for this rule was aptly explained in Sommer v. Martin (1921) 55 Cal.App. 603 at
page 610 . . . : ‘ “In the hurry of the trial many things may be, and are, overlooked
which would readily have been rectified had attention been called to them. The
law casts upon the party the duty of looking after his legal rights and of calling the
judge’s attention to any infringement of them. If any other rule were to obtain, the
party would in most cases be careful to be silent as to his objections until it would
be too late to obviate them, and the result would be that few judgments would
stand the test of an appeal.” ’ ” [Citation.]’ (Fn. omitted; [citations].)” (Simon,
supra, 25 Cal.4th at p. 1103, italics added.)22

22
(See also In re Seaton (2004) 34 Cal.4th 193, 198 [“To consider on appeal a
defendant’s claims of error that were not objected to at trial ‘would deprive the
People of the opportunity to cure the defect at trial and would “permit the
defendant to gamble on an acquittal at his trial secure in the knowledge that a
conviction would be reversed on appeal” ’ ”]; People v. Scott (1994) 9 Cal.4th
331, 353 [by enforcing a forfeiture rule, courts “hope to reduce the number of
errors committed in the first instance and preserve judicial resources otherwise
(footnote continued on next page)
23



Consistent with this general rule, various treatises and benchbooks have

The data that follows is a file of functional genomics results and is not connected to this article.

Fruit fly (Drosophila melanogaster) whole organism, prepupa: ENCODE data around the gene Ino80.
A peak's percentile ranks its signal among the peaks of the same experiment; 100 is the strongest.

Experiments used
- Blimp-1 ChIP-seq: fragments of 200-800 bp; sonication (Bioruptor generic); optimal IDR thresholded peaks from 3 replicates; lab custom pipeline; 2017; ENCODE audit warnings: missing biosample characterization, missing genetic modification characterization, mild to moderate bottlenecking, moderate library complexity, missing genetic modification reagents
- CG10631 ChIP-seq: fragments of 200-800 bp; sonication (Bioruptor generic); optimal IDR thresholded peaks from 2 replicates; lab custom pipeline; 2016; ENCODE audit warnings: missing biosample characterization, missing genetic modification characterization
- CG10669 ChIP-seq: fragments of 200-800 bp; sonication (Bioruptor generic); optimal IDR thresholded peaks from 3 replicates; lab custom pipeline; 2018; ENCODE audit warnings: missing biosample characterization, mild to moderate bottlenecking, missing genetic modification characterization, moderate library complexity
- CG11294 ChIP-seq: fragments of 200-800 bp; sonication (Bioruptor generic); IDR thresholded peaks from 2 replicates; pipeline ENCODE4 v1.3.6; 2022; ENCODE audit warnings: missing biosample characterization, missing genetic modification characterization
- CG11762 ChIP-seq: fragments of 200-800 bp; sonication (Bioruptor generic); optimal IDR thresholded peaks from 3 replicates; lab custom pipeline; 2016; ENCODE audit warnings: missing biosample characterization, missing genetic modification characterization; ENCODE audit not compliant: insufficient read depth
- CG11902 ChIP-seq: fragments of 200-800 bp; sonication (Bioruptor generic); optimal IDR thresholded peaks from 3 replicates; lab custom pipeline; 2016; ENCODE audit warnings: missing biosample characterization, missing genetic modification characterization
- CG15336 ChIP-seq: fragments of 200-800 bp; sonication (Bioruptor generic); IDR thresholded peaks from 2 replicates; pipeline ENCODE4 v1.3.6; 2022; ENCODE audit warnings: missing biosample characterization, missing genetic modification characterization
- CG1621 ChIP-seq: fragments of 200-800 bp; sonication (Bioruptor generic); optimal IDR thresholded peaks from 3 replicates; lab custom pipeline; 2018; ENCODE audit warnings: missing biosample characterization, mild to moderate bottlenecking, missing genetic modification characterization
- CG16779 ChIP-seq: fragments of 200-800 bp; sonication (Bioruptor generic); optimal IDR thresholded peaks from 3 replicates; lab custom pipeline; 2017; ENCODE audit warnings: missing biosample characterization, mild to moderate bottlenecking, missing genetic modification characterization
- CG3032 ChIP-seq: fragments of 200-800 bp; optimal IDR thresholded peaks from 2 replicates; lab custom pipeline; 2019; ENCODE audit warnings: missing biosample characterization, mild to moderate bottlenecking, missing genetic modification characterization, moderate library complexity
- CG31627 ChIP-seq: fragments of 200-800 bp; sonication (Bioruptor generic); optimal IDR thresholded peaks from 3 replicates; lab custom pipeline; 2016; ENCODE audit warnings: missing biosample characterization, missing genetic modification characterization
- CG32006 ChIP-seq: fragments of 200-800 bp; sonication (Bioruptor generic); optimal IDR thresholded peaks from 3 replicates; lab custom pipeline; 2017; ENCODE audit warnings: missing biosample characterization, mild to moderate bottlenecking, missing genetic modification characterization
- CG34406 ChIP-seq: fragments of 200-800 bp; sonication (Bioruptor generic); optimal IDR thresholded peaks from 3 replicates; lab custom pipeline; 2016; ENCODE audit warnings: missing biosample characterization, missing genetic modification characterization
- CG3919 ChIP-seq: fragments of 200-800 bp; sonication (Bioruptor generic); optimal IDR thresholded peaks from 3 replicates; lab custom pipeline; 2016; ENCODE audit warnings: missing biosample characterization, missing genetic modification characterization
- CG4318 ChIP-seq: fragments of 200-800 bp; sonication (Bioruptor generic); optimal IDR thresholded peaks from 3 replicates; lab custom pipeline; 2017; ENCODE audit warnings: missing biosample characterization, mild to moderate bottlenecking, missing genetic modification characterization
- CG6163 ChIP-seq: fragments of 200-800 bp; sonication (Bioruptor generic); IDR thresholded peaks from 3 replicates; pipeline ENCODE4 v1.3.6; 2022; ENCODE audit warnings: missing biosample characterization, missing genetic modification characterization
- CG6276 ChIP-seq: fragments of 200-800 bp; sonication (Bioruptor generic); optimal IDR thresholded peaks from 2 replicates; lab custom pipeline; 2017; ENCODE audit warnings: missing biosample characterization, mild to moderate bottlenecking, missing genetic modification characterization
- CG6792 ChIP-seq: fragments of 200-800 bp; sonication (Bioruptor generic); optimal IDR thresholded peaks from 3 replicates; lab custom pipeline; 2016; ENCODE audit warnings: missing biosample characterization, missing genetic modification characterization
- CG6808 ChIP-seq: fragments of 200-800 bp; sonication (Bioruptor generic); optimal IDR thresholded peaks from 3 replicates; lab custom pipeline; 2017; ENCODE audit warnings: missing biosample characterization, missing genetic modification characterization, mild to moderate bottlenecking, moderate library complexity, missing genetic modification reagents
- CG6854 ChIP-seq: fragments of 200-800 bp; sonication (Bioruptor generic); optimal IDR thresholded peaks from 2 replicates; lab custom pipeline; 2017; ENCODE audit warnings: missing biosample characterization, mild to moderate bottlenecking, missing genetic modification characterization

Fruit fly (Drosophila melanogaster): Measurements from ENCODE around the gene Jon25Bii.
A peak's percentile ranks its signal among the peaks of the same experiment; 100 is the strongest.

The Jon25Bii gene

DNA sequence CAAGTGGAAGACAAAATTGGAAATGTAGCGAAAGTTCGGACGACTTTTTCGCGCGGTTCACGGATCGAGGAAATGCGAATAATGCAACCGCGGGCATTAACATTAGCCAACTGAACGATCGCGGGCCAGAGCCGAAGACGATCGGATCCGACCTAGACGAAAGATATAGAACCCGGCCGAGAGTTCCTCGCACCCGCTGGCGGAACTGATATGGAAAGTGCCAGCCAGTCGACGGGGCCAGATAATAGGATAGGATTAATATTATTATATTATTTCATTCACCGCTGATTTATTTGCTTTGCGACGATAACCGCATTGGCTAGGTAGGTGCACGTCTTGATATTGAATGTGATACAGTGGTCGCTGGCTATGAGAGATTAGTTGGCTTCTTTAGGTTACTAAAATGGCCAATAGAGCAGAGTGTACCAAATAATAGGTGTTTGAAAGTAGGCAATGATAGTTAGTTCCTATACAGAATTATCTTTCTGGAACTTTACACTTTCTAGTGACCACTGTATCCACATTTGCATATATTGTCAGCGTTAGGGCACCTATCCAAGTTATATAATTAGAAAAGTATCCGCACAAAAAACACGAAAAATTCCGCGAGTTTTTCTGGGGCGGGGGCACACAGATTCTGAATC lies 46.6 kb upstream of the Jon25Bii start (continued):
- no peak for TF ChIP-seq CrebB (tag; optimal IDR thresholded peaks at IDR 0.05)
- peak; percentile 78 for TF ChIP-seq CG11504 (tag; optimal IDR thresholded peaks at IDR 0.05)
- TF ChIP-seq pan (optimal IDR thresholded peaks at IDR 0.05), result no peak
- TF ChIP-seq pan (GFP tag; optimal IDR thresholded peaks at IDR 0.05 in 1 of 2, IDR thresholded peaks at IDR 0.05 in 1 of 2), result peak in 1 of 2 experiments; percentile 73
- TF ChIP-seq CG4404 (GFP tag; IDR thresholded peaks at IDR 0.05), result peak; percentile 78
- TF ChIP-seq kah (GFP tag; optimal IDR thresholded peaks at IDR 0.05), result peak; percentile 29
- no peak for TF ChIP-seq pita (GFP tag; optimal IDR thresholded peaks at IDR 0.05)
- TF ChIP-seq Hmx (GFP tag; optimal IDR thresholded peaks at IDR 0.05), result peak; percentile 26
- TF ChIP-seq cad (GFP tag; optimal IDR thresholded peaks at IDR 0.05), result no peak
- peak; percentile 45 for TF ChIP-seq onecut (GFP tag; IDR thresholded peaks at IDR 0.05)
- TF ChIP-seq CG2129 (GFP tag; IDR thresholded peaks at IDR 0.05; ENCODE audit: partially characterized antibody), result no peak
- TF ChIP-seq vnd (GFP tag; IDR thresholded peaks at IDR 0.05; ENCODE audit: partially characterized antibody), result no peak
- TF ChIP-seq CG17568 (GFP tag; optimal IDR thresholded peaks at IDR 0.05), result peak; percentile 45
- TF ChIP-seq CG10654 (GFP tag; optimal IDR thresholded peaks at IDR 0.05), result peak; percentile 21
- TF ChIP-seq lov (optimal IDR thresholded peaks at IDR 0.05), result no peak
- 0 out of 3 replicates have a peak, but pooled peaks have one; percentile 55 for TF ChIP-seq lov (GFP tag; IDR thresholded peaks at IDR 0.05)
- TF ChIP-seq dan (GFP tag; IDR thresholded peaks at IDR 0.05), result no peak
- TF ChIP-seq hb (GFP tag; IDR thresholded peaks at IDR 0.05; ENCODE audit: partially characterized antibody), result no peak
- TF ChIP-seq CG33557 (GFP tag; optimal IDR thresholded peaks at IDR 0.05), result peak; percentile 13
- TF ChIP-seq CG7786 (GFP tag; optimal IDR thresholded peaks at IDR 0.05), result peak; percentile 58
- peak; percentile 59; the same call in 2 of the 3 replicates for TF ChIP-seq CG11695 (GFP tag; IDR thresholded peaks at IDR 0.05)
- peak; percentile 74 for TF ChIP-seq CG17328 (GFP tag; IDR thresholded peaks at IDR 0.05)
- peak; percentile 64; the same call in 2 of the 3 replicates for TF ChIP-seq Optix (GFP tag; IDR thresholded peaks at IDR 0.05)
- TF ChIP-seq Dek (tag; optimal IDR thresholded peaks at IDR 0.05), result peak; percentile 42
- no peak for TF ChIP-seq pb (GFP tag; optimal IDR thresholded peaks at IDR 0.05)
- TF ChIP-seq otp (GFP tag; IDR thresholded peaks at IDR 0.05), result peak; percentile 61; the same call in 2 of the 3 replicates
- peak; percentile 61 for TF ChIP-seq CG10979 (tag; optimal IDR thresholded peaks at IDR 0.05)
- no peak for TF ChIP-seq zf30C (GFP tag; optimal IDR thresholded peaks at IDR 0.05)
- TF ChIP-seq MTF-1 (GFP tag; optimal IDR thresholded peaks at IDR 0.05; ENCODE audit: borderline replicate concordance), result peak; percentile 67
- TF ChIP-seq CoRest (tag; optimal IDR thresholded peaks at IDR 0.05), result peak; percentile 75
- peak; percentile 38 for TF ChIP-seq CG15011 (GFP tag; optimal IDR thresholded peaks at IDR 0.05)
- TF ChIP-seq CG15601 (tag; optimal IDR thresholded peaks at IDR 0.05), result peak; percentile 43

highlighted the particular forfeiture rule at issue in the present case and set out in
Henrioulle, supra, 20 Cal.3d 512. One leading text states: “An objection to a
defective verdict must be made before the jury is discharged. . . . [D]efects
apparent when the verdict was read, and that could have been corrected, are
waived [forfeited] by counsel’s failure to timely object . . . unless the verdict itself
is inconsistent.” (Haning et al., Cal. Practice Guide: Personal Injury (The Rutter
Group 2008) ¶ 9:685, italics deleted; see also id., ¶ 9:672.)23
As suggested above, the basis for the requirement of an objection to
asserted imperfections in the polling of a jury concerning its verdict is no different
from the basis for requiring objections to other equally important procedural
matters at trial — ranging from the introduction of otherwise inadmissible
evidence or dispositive procedural rulings,24 to various constitutional violations.25

(footnote continued from previous page)
used to correct them”]; see generally People v. Partida (2005) 37 Cal.4th 438,
434.)
23
Similarly, another widely regarded source states: “[F]ailure to object to a
verdict before the discharge of a jury and to request clarification or further
deliberation precludes a party from later questioning the validity of that verdict if
the alleged defect was apparent at the time the verdict was rendered and could
have been corrected.” (Cal. Civil Courtroom Handbook & Desktop Reference
(Thomson 2008) § 39:5.) As observed in Witkin: “Even a seriously prejudicial
kind of error in the conduct, deliberations, or verdict of the trial may be waived